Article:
Opinion piece

Have you ever wanted to share your opinion with the world? Opinion columnists work for newspapers and share their expert insight into current affairs. Cool job, right? Opinion columns are worth exploring throughout your language and literature course, as you may come across one in a Paper 1 exam, or may decide to explore the columns of a columnist in your individual oral as a non-literary body of work.  

  1. Read the model column below which was written by Maureen Dowd for the New York Times.  Where do you see opinion? What does opinion look like? Try to put your finger on the words and phrases that express Maureen Dowd's opinion. 

  2. 'The Lady and the Trump' by Marueen Dowd
  3. Turn and discuss these questions with the person sitting besides you. In what ways is this column by Maureen Dowd similar to or different from:
    • a political commentary?
    • a news article?
    • a blog post
    • an essay?
    • a speech
    • a letter to the editor
    • a feature article?

  4. Do an online search to clarify your answers to the previous questions. As a class, discuss what you think are the defining features of opinion columns.

  5. Study how the key features of opinion columns are defined below. How are these similar to or different from the features that you discussed?

  6. Feature Example
    Anecdote: An anecdote is a short, personal story that captures a truth about life. Columnists use the first-person 'I' and tell an anecdote from their own life that relates to current affairs. 

    "I’ve been riveted all week by the spectacle of the most famous blond phenom on the planet, a child isolated and miserable living inside a national landmark, lashing out and spiralling into self-destructive acts." It's not clear if Dowd is writing about watching The Crown or Donald Trump.

    Humour: Columnists are often looking for a laugh, as they expose the irony of current affairs. Humour, wit, satire or a tongue-in-cheek tone are often the ways columnist construct a 'voice' or tone.  “But eventually I had to turn off the new season of “The Crown,” focusing on Princess Diana, and drag my attention back to Donald Trump, who is trashing this place before checking out like he’s Axl Rose at a Four Seasons.” This comparison is quite funny, just as the last lines of the column comment on Donald Trump's dream to date Lady Di, to which Dowd adds: "Dream on, Donald."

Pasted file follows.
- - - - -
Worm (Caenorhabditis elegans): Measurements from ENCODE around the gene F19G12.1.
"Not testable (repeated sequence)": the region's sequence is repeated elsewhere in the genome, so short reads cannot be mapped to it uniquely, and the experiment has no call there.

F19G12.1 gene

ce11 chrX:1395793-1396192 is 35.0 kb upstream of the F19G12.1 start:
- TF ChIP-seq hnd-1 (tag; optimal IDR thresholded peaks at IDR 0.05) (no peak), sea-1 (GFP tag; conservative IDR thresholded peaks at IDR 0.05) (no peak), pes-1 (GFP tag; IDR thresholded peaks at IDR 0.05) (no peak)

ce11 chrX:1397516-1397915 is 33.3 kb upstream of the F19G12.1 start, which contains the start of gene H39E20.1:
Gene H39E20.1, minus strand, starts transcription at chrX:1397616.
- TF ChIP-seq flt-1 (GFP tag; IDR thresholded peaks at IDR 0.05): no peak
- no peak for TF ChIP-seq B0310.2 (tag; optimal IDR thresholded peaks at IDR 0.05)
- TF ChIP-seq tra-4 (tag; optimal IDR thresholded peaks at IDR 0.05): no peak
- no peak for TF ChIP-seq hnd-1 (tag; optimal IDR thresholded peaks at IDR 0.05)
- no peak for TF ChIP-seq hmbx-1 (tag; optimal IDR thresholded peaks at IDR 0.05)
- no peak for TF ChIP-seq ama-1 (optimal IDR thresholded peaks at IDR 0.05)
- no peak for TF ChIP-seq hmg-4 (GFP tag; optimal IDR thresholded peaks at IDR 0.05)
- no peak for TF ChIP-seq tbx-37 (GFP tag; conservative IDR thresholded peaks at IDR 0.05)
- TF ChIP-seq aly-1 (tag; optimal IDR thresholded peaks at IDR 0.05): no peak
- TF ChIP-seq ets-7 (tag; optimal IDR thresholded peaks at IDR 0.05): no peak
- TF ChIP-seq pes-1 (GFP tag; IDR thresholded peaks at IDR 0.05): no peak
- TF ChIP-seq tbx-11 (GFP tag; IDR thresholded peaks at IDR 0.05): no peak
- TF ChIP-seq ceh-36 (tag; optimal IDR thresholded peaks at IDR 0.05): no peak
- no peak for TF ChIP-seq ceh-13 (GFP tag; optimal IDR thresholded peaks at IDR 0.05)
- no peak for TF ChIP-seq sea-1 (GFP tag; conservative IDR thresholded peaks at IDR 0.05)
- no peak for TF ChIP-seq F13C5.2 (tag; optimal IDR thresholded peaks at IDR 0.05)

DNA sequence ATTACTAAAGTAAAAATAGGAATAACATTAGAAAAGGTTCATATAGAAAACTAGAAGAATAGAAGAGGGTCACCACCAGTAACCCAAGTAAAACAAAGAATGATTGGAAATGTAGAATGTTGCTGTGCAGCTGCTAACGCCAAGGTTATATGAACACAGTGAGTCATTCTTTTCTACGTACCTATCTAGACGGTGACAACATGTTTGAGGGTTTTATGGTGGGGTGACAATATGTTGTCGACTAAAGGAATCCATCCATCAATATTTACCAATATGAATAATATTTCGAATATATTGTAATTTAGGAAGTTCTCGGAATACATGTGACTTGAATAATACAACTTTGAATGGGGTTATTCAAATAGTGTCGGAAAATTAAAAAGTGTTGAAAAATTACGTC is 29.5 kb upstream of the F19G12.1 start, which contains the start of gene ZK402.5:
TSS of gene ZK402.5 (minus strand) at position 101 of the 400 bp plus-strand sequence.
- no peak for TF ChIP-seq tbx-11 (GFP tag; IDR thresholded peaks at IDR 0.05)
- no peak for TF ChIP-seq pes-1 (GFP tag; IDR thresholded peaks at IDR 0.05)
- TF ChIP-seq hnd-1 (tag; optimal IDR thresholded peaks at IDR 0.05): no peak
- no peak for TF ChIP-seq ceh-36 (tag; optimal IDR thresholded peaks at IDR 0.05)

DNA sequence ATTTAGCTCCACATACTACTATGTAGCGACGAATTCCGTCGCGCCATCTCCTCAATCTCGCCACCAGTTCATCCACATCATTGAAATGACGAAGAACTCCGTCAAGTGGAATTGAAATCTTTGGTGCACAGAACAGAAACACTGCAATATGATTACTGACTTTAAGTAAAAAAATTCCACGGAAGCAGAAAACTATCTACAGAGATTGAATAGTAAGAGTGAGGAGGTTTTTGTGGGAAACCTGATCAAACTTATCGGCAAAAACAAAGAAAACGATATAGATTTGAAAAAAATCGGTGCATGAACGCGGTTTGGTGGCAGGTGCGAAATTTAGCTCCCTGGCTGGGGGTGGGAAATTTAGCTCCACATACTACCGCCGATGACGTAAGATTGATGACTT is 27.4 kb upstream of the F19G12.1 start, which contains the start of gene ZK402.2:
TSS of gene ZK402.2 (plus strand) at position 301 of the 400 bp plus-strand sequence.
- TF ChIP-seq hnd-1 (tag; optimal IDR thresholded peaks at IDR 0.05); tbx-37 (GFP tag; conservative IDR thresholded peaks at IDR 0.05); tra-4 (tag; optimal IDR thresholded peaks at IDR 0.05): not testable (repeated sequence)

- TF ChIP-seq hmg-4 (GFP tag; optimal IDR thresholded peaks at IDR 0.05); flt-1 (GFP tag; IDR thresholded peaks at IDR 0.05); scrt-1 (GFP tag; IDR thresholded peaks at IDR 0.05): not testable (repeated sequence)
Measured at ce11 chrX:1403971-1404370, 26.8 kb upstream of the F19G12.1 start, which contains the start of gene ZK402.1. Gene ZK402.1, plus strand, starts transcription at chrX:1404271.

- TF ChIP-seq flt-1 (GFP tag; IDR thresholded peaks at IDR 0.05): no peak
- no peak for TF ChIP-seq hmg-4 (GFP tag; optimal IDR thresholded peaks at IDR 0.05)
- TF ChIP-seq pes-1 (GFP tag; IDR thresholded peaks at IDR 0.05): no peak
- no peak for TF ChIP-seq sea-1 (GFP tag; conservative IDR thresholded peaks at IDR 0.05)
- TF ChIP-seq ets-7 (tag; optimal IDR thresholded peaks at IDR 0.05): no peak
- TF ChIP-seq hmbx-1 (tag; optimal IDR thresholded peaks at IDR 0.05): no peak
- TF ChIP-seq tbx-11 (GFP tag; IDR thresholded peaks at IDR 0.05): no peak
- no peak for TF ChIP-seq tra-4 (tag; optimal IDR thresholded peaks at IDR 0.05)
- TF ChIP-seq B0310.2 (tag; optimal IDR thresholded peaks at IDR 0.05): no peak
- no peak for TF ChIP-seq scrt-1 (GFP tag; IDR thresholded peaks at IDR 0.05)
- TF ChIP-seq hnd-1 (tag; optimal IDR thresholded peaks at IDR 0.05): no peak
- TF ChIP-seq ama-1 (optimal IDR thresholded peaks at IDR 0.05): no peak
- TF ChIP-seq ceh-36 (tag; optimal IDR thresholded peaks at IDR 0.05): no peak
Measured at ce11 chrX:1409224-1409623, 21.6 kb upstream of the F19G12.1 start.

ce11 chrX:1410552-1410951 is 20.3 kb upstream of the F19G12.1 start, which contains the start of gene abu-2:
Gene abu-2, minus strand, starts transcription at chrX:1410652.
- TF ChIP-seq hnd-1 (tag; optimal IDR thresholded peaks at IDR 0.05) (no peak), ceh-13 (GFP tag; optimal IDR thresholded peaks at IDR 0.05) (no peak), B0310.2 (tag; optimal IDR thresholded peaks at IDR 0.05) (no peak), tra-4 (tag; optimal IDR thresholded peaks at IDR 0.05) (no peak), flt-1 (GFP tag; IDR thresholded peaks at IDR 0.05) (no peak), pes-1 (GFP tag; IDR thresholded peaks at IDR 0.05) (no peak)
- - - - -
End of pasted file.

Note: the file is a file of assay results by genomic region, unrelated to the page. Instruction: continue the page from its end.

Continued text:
Opinion: At the heart of a column is a clear, informed and well-argued opinion, which is often about a newsworthy event or person. Some statements clearly express an opinion,  such as “this country is shot to hell and running on empty”, or "It’s outrageous that Congress left town for the holidays this weekend without passing Covid relief."
    Newsworthy and topical: Opinion columns often refer to newsworthy events. What deems a story 'newsworthy'? Usually they are relevant to readers, extraordinary by nature or negative. Dowd comments on Trump's "midnight manoeuvres like ending several emergency lending programs that could buoy the economy and attempting to ravage Alaska’s wildlife refuge." These are actual news stories that appeared around the time of publishing her column. 
    Argument and evidence: Columnists appeal to logic and provide evidence to support their argument. Good evidence usually comes in the form of facts, research and hard numbers.    

    “Trump continued embarrassing himself and the nation when he finally emerged, after sulking in his tent for days, and asserted that he had won the election. [...] But the Michigan lawmakers came out of the White House and said they would “follow the normal process” that has Joe Biden ahead even as the governor of Georgia certified the results there for Biden."

  7. Find a columnist to explore in depth as a Body of Work (BOW). Present an article or column from your columnist to your classmates and comment on why the writer writes, how the writer tends to write and how the writer's columns are received. Here are a few columnists worth exploring. 


Are you thinking about exploring a columnist for your individual oral? Where do you see evidence of a particular global issue in several columns by the columnist? How does the columnist use language to present that issue?

Last modified: Wednesday, 16 March 2022, 1:58 PM